At his trial in 2008, Kaouchi said he was inspired by the abuse of detainees by US troops at Baghdad’s Abu Ghraib prison, but was relieved he did not have to go through with the trip.

He told the court he was working at a supermarket and his main interest was rap music, not jihad. An amateur video of his early MC skills — shot a year before his arrest — is now circulating on social media.

Despite his claims to being a reluctant fundamentalist, Kouachi was sentenced to three years in prison — half of it suspended — and his contact with radicals only grew.

Within months of getting out, he was embroiled in another plot, this time a failed prison break for Algerian Islamist Smain Ait Ali Belkacem in May 2010.

Belkacem was sentenced to life imprisonment in 2002 for a bombing at the Musee D’Orsay metro station in Paris in October 1995 that left around 30 injured.

Kouachi had reportedly grown close to another militant Djamel Beghal, who ended up serving 10 years for his role as “kingpin” in the break-out attempt. The charges against Kouachi were dropped.

– Ties to IS –

Al-Qaeda in Iraq gradually evolved into the Islamic State (IS) group, which broke ties with the parent group and gained worldwide infamy last year when it seized large swathes of Syria and Iraq and executed a number of Western hostages.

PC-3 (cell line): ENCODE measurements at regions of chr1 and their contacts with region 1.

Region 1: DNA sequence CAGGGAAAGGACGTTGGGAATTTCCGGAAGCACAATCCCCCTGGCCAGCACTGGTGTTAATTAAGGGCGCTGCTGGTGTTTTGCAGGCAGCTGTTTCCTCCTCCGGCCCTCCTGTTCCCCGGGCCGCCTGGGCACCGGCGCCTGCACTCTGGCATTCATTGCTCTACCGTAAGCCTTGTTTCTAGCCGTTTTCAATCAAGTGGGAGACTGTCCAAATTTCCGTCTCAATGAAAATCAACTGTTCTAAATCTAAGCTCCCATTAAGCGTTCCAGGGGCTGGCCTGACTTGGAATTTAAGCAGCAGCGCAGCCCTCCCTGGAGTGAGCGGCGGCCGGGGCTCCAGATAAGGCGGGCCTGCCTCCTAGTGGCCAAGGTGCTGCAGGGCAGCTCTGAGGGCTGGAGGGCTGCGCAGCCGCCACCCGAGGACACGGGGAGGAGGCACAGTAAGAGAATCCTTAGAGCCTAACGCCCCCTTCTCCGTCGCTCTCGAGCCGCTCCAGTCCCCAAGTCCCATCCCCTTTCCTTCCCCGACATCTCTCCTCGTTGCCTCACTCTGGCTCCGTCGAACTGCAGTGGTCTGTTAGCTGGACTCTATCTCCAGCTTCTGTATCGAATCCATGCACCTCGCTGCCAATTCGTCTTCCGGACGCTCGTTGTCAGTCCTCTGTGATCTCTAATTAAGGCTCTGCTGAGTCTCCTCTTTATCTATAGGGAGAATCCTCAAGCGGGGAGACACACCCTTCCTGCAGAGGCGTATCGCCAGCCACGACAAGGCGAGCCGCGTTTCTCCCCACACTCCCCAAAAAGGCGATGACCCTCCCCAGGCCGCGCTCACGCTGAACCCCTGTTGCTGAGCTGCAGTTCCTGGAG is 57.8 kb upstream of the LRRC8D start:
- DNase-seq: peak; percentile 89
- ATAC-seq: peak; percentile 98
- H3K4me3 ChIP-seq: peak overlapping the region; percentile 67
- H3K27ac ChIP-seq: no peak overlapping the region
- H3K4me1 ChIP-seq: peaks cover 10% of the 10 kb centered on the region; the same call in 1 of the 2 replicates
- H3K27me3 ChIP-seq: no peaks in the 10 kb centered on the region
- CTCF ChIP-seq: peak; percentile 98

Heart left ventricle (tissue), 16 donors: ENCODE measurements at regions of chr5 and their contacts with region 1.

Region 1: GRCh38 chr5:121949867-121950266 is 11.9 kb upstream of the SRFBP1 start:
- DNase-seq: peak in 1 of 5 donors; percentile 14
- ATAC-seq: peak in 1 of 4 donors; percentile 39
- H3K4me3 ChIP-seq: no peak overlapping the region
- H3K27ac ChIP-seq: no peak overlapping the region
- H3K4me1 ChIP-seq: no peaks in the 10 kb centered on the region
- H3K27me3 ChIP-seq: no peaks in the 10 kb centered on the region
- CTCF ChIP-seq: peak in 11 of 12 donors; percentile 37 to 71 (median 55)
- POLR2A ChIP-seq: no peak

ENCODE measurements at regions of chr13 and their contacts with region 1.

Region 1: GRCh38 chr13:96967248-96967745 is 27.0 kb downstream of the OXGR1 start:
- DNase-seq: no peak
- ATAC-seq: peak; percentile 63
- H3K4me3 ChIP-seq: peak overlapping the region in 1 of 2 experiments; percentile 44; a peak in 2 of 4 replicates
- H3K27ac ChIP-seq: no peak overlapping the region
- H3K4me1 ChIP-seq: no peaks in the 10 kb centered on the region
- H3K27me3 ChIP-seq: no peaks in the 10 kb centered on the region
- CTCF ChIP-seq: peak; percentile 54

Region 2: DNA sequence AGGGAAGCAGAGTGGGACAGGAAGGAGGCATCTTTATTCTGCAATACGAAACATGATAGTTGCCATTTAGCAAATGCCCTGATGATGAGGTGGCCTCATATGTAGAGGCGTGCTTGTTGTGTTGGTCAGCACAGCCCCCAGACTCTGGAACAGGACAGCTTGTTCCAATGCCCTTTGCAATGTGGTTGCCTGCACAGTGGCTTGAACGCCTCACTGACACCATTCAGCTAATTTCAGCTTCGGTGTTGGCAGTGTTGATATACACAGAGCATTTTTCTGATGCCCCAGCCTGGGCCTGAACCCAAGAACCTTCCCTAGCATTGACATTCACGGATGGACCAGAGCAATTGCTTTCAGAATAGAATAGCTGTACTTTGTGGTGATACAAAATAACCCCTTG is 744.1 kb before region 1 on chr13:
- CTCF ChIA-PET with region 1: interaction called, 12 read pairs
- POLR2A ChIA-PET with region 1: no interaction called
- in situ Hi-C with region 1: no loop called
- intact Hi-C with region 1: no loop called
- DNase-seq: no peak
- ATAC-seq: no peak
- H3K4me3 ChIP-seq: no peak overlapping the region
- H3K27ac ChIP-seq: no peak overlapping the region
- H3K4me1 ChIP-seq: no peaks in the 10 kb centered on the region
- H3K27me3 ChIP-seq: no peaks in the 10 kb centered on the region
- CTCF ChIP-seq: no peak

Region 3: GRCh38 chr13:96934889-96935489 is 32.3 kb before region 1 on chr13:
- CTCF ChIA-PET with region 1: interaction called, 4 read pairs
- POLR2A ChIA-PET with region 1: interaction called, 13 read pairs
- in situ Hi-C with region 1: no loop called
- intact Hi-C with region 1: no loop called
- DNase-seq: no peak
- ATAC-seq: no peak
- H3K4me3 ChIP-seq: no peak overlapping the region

There are indications that Kouachi may have ties to IS, since he grew up with French-Tunisian Boubaker al-Hakim, who was also a key member of the Butte-Chaumount network.

Hakim was tried at the same time as Kouachi, receiving a seven-year sentence. He immediately returned to militancy after his release and claims responsibility for the high-profile assassination of two secular politicians, Chokri Belaid and Mohamed Brahmi, in Tunisia in 2013.

Hakim “represents the link between the Kouachi brothers and (IS),” said researcher Jean-Pierre Filiu, a leading expert on radical Islam at Paris’s Sciences Po university.

No group has yet claimed responsibility for the Charlie Hebdo attack, “but it is certain that (IS) is closely following it and waiting to see how it ends,” said Filiu.

“I am sure that the video claiming responsibility is already prepared.”

On Thursday, IS radio praised the Charlie Hebdo killers as “heroes”.

But despite all the attention on Kouachi over the years, experts say constant surveillance is not possible.